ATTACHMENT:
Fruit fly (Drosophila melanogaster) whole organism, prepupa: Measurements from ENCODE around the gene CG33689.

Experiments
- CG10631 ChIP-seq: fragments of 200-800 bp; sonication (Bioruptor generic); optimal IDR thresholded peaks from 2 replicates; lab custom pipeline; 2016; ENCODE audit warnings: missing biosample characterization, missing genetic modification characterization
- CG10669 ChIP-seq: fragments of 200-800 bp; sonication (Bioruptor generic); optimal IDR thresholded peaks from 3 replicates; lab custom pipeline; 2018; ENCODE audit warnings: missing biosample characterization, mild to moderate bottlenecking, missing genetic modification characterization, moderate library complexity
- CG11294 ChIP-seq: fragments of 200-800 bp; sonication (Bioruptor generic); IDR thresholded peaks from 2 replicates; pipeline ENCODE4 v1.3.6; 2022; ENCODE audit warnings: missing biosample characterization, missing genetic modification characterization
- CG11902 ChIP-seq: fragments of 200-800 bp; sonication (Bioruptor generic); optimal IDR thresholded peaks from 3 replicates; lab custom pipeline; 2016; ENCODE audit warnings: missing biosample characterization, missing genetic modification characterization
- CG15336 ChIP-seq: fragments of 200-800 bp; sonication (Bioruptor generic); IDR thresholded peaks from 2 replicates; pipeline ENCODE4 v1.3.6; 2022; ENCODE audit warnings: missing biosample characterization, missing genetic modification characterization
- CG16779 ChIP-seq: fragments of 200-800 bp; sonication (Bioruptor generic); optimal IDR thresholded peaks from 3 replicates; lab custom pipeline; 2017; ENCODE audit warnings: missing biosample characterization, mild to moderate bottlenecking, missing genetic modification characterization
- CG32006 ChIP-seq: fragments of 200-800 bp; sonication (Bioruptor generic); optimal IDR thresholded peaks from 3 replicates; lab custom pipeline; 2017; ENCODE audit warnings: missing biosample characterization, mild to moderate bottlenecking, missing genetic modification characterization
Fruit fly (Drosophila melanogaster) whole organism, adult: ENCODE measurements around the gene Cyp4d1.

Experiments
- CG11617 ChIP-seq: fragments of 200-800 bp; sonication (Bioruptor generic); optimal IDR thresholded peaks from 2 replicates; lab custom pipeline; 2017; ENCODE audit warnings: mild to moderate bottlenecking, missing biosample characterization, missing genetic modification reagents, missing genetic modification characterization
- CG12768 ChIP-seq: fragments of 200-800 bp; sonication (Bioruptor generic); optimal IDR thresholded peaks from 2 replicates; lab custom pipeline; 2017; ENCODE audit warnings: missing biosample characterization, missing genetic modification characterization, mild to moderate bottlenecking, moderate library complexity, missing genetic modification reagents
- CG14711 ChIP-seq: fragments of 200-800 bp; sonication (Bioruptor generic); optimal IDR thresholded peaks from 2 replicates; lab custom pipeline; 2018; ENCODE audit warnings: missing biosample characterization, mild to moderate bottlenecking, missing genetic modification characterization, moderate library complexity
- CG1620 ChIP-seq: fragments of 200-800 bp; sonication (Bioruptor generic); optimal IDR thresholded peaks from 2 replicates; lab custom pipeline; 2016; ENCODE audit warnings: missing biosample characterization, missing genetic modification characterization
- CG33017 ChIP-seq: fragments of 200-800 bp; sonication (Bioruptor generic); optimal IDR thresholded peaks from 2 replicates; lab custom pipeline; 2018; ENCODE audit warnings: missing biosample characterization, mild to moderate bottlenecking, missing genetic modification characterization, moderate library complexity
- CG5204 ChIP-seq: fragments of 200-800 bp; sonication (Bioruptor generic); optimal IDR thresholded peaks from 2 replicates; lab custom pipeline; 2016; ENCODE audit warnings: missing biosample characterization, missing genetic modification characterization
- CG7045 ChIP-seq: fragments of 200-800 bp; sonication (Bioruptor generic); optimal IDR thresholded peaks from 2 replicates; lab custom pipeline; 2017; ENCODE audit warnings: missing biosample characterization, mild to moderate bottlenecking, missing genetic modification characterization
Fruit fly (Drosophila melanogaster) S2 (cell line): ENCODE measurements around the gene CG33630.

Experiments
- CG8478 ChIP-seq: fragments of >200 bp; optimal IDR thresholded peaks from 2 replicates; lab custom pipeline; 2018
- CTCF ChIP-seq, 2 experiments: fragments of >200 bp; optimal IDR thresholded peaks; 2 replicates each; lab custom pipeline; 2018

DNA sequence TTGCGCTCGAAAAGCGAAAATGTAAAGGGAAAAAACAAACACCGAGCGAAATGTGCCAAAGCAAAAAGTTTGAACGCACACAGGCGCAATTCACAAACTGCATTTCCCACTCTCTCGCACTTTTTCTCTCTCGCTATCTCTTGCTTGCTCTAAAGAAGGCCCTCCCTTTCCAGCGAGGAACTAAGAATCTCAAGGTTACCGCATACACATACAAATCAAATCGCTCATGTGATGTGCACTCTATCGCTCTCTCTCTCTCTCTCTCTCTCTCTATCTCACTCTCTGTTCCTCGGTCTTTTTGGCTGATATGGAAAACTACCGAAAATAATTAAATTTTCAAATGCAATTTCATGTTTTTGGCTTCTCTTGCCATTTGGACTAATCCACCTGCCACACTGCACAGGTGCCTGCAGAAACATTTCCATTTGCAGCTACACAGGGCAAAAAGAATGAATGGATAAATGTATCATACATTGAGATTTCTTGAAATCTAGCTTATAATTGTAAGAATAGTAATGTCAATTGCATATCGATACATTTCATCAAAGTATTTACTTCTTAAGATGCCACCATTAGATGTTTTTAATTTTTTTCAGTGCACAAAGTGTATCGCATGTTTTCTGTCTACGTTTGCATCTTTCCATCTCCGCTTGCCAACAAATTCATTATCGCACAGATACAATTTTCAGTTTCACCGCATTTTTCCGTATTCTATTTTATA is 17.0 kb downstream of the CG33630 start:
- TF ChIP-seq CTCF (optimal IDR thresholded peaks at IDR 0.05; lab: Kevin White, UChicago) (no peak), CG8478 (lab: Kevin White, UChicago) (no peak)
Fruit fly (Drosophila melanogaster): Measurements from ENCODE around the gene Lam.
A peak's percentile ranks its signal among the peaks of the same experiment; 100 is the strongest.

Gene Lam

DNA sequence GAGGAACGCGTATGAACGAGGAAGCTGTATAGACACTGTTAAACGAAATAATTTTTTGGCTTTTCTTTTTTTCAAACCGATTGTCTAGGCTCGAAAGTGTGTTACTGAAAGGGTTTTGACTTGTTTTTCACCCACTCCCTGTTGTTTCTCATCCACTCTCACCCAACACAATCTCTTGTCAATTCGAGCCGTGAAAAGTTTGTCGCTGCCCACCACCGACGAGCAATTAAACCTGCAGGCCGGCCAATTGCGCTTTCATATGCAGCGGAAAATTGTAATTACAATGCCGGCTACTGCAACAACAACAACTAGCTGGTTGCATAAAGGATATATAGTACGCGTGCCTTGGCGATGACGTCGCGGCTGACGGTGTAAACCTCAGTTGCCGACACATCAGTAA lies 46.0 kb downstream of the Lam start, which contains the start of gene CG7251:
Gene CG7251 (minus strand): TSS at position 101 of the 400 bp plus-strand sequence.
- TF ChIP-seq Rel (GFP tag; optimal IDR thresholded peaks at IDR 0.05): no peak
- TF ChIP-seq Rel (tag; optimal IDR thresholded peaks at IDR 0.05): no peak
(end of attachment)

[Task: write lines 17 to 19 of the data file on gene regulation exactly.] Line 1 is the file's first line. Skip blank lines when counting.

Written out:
- CG5204 ChIP-seq: fragments of 200-800 bp; sonication (Bioruptor generic); optimal IDR thresholded peaks from 2 replicates; lab custom pipeline; 2016; ENCODE audit warnings: missing biosample characterization, missing genetic modification characterization
- CG7045 ChIP-seq: fragments of 200-800 bp; sonication (Bioruptor generic); optimal IDR thresholded peaks from 2 replicates; lab custom pipeline; 2017; ENCODE audit warnings: missing biosample characterization, mild to moderate bottlenecking, missing genetic modification characterization
Fruit fly (Drosophila melanogaster) S2 (cell line): ENCODE measurements around the gene CG33630.